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Ludwig van BEETHOVEN (1770-1827)
Piano Sonata No 29 in B-flat major, Op 106 “Hammerklavier” [43:47]
15 Variations and Fugue in E-flat major, Op 35 “Eroica” [23:02]
Pierre-Laurent Aimard (piano)
rec. July 2020, Stefaniensaal, Graz, Austria
PENTATONE PTC5186724 [66:49]

In his liner notes, Pierre-Laurent Aimard mentions the “inspiring turmoil and the fascinating recess that the Corona crisis has engendered,” forcing him to confront the “incomprehensible, the immeasurable” in Beethoven, especially the “insurmountable” Hammerklavier Sonata. The 1817 sonata evolved from the arrival of the new Broadwood piano into Beethoven’s life, with its expanded tonal compass, and the direct influence and appreciation of Beethoven’s patron Archduke Rudolph of Austria, whose own name helped to build the rhythmic, fanfare motto of the opening B-flat major chords. Beethoven conceived this momentous Allegro as a vast, symphonic synthesis of conjunct and disjunct melodic kernels, whose specifics in immediate variety – two sfzs then p, and then one sfz then p, and then f and one sfz and then p, to be rendered in increased dynamics – which Aimard ignores!  He plays each gradation after measure 17 exactly the same way. This is not to deny that Aimard renders some enchanting clusters of sound, especially in running arpeggios. His sforzandos have bite and weight, his sudden bursts of energy, menace, but to introduce a sense of color predictability into this most illustrious keyboard score deprives it of cosmic spontaneity. Aimard’s fugatos enjoy clarity and interior bounce, and they dissolve into affecting plays between legato and staccato impulses; we do sense this pianist’s affection for this, the most imposing creation for the keyboard after Bach.

After the fff finale of the Allegro, is the succeeding Scherzo, a Presto in B-flat minor. Dazzling triplet figures and quirky runs play havoc with our emotions as well our sense of poetic closure. Beethoven builds a fierce tension between B natural and B-flat, and the rare disjunction of affect – especially after a quizzical run abruptly breaks off so the triple meter might return – leaves us in a state of suspension. The glorious Adagio sostenuto, appassionato e con molto sentimento, opening with A and C#, casts us into a distilled sense of melody whose tender simplicity belies its depth of experience. The contrasts of rapture - after bar 27 that culminates early, measures 85-103, senza corpo – suddenly yield to a spiritual darkness at bar 104ff, as the bass line becomes dominant. The drooping figures in thirds well remind us of the opening of Brahms’ Fourth Symphony. Paul Bekker characterized the movement as “the apotheosis of personal anguish.” Aimard maintains good line, restrained dynamics, and tension in this extended, exalted moment of synoptic vision, akin to Dante’s in his Divine Comedy.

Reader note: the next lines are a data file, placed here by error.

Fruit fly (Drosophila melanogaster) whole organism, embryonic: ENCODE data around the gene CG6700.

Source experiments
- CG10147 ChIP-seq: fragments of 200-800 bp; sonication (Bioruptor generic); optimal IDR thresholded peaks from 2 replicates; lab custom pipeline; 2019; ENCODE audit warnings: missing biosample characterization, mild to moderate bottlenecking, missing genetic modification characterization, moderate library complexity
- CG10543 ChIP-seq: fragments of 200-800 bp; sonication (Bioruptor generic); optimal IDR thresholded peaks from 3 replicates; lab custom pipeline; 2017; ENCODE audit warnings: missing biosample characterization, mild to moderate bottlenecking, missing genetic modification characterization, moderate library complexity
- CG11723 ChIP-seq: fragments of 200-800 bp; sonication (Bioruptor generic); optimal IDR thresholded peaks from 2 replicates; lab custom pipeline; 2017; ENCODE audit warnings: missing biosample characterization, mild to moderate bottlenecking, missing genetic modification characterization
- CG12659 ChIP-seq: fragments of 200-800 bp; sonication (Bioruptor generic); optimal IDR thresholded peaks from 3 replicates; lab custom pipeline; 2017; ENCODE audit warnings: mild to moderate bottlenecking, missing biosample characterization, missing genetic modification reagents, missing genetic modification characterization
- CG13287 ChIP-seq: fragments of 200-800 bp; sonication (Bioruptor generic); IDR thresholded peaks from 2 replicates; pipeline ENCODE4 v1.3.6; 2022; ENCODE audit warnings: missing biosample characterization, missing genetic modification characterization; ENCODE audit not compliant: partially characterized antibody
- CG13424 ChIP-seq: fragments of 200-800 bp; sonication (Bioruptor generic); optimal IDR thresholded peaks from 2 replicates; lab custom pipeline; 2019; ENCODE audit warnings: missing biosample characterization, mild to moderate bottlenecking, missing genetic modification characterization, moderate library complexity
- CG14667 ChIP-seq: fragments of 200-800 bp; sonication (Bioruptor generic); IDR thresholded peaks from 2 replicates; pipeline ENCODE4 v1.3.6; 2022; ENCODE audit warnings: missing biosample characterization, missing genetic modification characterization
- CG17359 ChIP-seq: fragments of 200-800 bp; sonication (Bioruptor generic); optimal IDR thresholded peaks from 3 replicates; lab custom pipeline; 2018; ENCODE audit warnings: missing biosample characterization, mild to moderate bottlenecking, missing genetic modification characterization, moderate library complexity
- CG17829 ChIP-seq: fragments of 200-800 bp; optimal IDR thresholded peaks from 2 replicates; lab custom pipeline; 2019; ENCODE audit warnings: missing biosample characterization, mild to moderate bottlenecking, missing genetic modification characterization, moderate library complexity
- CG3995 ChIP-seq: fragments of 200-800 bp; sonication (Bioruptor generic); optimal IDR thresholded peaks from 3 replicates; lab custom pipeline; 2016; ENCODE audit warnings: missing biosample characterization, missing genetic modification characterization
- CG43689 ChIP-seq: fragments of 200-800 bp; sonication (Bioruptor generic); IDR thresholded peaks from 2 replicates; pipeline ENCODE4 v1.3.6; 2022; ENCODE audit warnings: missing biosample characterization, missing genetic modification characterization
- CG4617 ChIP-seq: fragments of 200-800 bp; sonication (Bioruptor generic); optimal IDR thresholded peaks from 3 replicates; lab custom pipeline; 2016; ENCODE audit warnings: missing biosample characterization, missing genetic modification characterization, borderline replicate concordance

The last movement, Allegro vivace – Fuga a tre voci, con alcune licenze, combines a sense of elastic freedom with the strictures of a three-voice fugue. The initial forte, bar 25, warrants that the main theme in F-sharp minor emerges in contrast, piano. The con licenza, the demand for the illusion of freedom, occasionally for Aimard descends into pounding, from which he recovers with brisk, light filigree. What Aimard does convey are the degrees of espressivo Beethoven demands. Musical procedure for Beethoven has becomes a personal testament of faith in the Divine Order of things – to wit, measures 199ff, in which the theme meets its own inversion and then ascends - witnessed from some transcendent location: if this were Carl Sagan, he’d claim Vega. The final chords, perhaps “chorus” is more appropriate, leave us both exhausted and fulfilled, at once.

Artur Schnabel used to quip that the only appropriate “encore” to a Beethoven recital is more Beethoven. Composed in Leipzig, 1802, the Eroica Variations have their source in Beethoven’s first set of contredanses, then in his Prometheus ballet, and finally in the last movement of the Symphony No 3 in E-flat major, Op 55. A massive chord in E-flat calls us to attention for the theme – set as a series of bass progressions – and 15 variations and a virtuoso fugue. We have the feeling Bach’s Goldberg Variations provides the founding principle, especially given Beethoven’s seventh variation as a canon at the octave, and the eighth variation’s demand for crossed hands is succeeded by the appearance of the bass theme in grace notes. The change of color occurs at variation 14, in E-flat minor, which leads, Largo, into the expansive variation 15, in the initial tonality of E-flat major. The coda of the fugue, marked andante con moto, returns to the theme – which we have come to know from the opening and from the Third Symphony – and then Beethoven condenses its first four notes into increasingly short values. Aimard obviously relishes Beethoven’s capacity to color each variation with its own rhythmic or harmonic verve, especially rich in syncopations. Occasionally, Aimard’s bass tones assume a thunderous resonance, but the general tenor of the performance remains good-natured by way of one virtuoso’s warm embrace of another.

Gary Lemco

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